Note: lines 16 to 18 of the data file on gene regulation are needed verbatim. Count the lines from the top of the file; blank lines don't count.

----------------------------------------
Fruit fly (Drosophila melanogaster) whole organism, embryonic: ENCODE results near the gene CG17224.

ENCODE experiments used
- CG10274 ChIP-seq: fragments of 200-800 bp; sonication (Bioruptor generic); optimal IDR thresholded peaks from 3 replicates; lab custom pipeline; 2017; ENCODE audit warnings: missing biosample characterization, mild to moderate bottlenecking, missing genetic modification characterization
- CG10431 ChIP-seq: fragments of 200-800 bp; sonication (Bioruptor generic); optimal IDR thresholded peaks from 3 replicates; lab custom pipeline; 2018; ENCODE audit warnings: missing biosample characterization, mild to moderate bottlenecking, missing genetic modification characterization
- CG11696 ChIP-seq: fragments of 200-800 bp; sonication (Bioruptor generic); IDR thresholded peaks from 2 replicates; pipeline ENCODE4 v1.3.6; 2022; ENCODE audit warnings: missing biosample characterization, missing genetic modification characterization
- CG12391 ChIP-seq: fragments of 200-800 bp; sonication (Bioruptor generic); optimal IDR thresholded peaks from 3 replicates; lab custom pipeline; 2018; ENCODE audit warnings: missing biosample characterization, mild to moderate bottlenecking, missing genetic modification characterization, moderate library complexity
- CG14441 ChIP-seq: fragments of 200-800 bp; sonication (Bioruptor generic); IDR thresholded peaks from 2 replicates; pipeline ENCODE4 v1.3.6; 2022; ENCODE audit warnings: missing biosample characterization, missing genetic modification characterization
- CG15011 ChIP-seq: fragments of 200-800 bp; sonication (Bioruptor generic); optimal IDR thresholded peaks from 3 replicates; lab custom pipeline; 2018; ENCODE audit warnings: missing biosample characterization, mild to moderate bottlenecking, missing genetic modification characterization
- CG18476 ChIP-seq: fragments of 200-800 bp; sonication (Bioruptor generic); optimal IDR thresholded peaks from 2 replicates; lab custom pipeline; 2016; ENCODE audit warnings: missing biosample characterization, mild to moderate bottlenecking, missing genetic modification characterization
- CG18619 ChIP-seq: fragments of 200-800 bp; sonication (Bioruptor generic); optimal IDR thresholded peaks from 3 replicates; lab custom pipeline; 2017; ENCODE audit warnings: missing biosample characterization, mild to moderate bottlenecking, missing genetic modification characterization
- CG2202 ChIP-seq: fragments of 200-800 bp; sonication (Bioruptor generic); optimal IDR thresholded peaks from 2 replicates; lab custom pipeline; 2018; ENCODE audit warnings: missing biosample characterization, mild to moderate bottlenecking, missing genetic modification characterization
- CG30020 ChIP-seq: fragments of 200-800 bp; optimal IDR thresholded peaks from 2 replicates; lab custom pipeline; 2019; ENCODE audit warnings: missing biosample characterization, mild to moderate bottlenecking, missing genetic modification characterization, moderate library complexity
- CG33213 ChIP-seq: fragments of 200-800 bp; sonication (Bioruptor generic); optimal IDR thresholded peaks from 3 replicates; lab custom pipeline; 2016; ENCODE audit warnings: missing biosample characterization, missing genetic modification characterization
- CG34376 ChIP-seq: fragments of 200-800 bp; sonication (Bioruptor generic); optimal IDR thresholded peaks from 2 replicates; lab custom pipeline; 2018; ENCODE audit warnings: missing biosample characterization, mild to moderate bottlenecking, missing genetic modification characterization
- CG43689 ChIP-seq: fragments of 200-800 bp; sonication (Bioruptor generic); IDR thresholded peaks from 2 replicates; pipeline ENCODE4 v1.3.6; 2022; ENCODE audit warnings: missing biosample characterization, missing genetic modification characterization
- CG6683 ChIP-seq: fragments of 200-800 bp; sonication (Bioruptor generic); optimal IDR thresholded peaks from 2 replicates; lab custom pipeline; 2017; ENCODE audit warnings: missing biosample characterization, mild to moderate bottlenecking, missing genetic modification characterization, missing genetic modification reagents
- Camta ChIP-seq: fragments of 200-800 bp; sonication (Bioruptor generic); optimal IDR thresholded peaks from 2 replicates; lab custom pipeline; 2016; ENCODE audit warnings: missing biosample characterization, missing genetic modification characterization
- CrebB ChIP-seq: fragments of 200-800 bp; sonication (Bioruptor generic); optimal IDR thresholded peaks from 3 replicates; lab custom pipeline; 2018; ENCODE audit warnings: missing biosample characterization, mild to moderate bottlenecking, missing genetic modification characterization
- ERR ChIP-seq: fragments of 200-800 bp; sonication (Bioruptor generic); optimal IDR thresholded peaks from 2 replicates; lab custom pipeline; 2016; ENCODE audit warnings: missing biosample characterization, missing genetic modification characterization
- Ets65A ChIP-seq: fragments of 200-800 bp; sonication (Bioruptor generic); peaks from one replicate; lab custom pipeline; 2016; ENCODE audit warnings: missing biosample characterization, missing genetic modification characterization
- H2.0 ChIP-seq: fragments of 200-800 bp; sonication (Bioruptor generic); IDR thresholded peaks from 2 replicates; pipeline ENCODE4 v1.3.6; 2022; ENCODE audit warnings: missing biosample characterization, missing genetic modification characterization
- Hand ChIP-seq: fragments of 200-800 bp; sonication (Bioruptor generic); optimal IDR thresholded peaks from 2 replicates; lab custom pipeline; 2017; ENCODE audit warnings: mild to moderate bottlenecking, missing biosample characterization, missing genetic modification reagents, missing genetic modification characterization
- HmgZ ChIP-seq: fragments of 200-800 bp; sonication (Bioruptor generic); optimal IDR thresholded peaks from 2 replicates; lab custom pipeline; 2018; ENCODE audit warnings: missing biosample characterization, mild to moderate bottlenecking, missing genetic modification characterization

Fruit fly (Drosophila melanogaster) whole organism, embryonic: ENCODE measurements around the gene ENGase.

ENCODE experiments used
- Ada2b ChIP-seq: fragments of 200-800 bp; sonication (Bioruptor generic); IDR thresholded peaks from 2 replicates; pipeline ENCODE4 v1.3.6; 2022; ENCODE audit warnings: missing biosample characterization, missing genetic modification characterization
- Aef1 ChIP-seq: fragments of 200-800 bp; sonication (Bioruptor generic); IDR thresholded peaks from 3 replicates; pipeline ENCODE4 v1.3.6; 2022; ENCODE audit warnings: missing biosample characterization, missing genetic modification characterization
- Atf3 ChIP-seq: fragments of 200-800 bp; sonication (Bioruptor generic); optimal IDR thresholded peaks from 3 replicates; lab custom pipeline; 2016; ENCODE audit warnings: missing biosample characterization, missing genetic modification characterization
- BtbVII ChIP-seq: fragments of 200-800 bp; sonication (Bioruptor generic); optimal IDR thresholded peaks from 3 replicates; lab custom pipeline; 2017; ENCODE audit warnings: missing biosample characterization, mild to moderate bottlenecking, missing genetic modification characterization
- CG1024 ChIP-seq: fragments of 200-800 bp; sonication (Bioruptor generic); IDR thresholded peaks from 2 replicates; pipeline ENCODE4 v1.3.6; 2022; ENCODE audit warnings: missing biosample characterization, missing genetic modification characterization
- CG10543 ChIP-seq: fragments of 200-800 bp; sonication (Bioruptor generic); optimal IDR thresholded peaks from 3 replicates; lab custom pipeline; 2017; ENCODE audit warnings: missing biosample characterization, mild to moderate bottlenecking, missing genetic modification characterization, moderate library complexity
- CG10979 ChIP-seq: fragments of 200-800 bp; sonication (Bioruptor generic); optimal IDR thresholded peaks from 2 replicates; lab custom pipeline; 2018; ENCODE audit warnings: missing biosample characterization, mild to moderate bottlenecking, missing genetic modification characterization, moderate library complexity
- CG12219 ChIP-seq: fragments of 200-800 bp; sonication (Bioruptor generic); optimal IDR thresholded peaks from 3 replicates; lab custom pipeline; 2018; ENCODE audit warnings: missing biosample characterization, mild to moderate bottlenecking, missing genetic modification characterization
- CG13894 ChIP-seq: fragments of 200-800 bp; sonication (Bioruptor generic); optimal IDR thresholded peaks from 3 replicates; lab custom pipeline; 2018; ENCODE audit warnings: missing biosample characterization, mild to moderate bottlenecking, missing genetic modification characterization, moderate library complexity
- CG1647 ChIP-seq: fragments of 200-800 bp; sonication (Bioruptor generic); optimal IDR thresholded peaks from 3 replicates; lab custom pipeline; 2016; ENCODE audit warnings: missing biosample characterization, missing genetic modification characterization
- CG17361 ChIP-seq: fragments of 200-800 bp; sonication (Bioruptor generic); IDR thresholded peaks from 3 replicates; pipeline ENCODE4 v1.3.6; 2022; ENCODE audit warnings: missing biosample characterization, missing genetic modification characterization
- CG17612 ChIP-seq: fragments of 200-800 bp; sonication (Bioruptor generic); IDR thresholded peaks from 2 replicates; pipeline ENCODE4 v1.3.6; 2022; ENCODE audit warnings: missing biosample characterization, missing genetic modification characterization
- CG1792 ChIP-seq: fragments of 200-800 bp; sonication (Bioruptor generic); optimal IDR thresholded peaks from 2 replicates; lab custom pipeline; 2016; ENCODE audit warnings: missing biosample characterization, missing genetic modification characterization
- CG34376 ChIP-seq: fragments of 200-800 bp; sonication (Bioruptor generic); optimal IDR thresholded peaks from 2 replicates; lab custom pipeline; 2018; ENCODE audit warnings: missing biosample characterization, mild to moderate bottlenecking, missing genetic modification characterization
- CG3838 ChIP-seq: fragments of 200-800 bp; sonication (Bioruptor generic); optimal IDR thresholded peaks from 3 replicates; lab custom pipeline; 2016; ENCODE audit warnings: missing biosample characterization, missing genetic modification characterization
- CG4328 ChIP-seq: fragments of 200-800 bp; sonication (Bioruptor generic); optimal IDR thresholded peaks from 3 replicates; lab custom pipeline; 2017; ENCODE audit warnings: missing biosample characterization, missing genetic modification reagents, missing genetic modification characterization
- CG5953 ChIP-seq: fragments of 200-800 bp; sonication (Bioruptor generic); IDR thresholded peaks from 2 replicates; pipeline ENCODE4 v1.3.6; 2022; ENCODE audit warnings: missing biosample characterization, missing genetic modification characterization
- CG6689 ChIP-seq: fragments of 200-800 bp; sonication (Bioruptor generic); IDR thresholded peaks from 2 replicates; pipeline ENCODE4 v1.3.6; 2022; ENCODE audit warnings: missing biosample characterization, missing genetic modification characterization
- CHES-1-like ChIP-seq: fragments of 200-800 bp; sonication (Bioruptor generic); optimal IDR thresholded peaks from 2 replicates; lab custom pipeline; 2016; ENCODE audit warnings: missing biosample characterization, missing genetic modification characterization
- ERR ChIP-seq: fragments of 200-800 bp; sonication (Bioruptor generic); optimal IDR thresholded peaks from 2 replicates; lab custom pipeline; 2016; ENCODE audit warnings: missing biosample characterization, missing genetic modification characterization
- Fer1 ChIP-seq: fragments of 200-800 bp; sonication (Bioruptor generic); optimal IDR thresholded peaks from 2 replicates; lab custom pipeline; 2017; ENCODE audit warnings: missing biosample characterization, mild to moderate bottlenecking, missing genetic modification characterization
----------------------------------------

- CG6683 ChIP-seq: fragments of 200-800 bp; sonication (Bioruptor generic); optimal IDR thresholded peaks from 2 replicates; lab custom pipeline; 2017; ENCODE audit warnings: missing biosample characterization, mild to moderate bottlenecking, missing genetic modification characterization, missing genetic modification reagents
- Camta ChIP-seq: fragments of 200-800 bp; sonication (Bioruptor generic); optimal IDR thresholded peaks from 2 replicates; lab custom pipeline; 2016; ENCODE audit warnings: missing biosample characterization, missing genetic modification characterization
- CrebB ChIP-seq: fragments of 200-800 bp; sonication (Bioruptor generic); optimal IDR thresholded peaks from 3 replicates; lab custom pipeline; 2018; ENCODE audit warnings: missing biosample characterization, mild to moderate bottlenecking, missing genetic modification characterization